The honeymoon period for hybrid working is over, the hopes of a new epoch in working practices has hairline cracks, and companies that embraced this new dawn are facing difficult decisions.
It is too simplistic to draw a line mid-Atlantic to define where banking and asset managers position themselves on workplace policies; those west of it steadfastly committed to staff being in the office, those east of it embracing hybrid working models.
American banks have largely remained committed from the outset of the pandemic to an all back in the office mantra, with Goldman Sachs and JP Morgan Chase CEOs David Solomon and Jamie Dimon commenting that working from home is an ‘aberration’ and ‘doesn’t work’ respectively. Wells Fargo, Morgan Stanley and Bank of America’s policies are in line with JP Morgan and Goldman Sachs. Citi is a lone star in the US amongst the bulge bracket banking community, with its CEO Jane Fraser, choosing to differentiate Citi by adopting a variant of hybrid working. Elsewhere in the Americas and north of the US border the Canadian banking community appears committed to hybrid working.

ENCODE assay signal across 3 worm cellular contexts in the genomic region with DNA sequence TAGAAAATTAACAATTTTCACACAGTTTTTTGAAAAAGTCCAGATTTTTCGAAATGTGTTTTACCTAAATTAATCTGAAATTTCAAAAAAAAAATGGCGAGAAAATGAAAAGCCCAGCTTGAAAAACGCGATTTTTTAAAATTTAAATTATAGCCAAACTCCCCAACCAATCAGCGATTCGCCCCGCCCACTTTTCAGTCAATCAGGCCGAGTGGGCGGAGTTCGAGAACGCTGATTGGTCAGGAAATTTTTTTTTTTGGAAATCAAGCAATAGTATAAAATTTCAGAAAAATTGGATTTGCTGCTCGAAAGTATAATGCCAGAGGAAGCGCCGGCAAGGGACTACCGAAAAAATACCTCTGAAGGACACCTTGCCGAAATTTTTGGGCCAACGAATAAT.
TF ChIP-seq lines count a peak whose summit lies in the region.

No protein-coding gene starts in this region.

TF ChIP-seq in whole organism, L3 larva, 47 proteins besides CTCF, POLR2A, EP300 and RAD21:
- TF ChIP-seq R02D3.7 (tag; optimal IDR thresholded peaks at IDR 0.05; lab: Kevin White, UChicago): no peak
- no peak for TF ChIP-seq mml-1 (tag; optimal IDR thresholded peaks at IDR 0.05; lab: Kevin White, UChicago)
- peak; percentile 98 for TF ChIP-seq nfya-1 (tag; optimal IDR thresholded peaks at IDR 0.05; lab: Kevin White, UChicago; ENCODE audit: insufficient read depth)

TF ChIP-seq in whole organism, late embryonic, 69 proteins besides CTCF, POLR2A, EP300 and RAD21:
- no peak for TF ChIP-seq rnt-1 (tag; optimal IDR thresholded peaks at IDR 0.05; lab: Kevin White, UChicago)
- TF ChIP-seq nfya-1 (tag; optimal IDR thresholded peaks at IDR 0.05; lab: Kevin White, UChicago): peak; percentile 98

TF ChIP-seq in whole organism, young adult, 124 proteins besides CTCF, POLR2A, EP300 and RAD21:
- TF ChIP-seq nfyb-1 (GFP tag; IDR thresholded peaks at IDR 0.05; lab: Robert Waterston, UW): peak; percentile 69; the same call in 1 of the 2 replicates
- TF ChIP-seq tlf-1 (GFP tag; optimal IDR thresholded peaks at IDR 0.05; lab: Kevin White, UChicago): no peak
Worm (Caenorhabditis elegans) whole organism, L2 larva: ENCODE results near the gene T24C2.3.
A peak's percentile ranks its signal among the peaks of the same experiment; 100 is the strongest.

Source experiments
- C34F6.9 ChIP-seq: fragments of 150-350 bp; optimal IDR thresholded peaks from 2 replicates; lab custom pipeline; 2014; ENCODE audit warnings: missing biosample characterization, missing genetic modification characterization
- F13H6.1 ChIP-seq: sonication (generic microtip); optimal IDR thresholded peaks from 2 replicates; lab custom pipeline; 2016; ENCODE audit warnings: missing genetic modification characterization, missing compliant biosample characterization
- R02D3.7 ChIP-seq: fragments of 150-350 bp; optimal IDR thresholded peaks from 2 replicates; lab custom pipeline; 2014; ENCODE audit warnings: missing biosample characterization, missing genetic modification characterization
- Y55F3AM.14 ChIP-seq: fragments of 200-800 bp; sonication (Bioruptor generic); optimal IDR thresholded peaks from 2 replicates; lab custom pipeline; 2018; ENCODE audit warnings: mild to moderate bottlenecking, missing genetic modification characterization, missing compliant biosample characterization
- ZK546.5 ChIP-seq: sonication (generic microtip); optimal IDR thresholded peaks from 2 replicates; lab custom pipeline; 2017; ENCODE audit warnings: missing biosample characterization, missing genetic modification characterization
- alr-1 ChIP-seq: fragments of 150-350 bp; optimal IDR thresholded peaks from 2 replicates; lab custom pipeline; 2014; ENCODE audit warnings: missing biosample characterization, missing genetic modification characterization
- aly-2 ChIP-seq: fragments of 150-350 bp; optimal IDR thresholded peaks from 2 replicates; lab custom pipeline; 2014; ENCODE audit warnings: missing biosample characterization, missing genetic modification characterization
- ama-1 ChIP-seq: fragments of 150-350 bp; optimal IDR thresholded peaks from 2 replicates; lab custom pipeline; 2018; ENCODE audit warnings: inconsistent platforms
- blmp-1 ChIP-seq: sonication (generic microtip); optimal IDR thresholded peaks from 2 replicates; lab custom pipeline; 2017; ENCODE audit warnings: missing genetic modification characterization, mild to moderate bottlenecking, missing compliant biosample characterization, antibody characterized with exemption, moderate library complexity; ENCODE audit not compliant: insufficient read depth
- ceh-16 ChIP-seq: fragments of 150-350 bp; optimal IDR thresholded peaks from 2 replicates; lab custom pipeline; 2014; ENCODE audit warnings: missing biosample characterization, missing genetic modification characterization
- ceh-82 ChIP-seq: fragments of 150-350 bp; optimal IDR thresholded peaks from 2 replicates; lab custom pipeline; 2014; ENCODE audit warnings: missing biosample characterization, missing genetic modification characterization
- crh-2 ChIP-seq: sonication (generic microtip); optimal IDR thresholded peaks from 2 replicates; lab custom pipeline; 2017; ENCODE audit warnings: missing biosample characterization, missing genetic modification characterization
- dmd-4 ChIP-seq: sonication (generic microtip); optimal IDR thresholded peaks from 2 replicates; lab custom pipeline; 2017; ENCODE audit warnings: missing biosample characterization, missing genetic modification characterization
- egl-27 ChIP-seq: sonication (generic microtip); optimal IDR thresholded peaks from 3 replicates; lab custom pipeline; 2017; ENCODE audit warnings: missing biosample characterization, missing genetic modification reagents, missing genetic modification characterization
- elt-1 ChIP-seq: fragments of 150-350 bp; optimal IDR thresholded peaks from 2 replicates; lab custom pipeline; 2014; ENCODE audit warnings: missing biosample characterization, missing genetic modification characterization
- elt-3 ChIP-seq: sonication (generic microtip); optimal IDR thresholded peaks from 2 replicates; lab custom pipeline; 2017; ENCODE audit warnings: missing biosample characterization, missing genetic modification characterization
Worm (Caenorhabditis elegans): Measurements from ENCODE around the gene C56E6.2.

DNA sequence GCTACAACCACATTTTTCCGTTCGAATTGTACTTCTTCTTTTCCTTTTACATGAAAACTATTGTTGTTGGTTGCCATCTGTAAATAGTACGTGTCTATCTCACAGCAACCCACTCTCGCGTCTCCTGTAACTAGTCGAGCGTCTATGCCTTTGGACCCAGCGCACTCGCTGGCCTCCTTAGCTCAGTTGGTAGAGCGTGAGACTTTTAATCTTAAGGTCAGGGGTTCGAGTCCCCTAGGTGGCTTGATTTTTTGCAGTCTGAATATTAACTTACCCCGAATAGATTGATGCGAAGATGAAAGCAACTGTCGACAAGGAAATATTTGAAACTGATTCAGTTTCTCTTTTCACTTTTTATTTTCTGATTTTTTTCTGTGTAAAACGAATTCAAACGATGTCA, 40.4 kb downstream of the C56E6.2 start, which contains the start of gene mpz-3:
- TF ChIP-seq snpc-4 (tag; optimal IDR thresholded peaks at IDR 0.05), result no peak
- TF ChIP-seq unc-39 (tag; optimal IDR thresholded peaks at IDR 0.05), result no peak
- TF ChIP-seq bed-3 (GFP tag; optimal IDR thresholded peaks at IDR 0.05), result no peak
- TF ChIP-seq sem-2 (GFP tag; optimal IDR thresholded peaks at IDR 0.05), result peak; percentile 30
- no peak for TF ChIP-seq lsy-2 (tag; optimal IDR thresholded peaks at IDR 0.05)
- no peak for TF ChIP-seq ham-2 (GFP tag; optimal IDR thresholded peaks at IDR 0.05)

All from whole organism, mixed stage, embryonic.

The concerns that adopting a hard-line to return to work would make you uncompetitive in the market for talent do not appear to have come into being. Certainly, there has been some attrition, where lifestyle choices have been made, but workplace optionality as a differentiator has not created the tsunami of on-going resignations many expected.
In Europe a more egalitarian approach has been adopted, with hybrid manifesting itself in significant flexibility in working patterns. The adoption of the principle that all staff deserve the right and equality in options and/or preferences for a working schedule play to a narrative that the norms in society have changed, accelerated by the pandemic. A return to pre-Covid practices would be received as being retrospective and tone-deaf.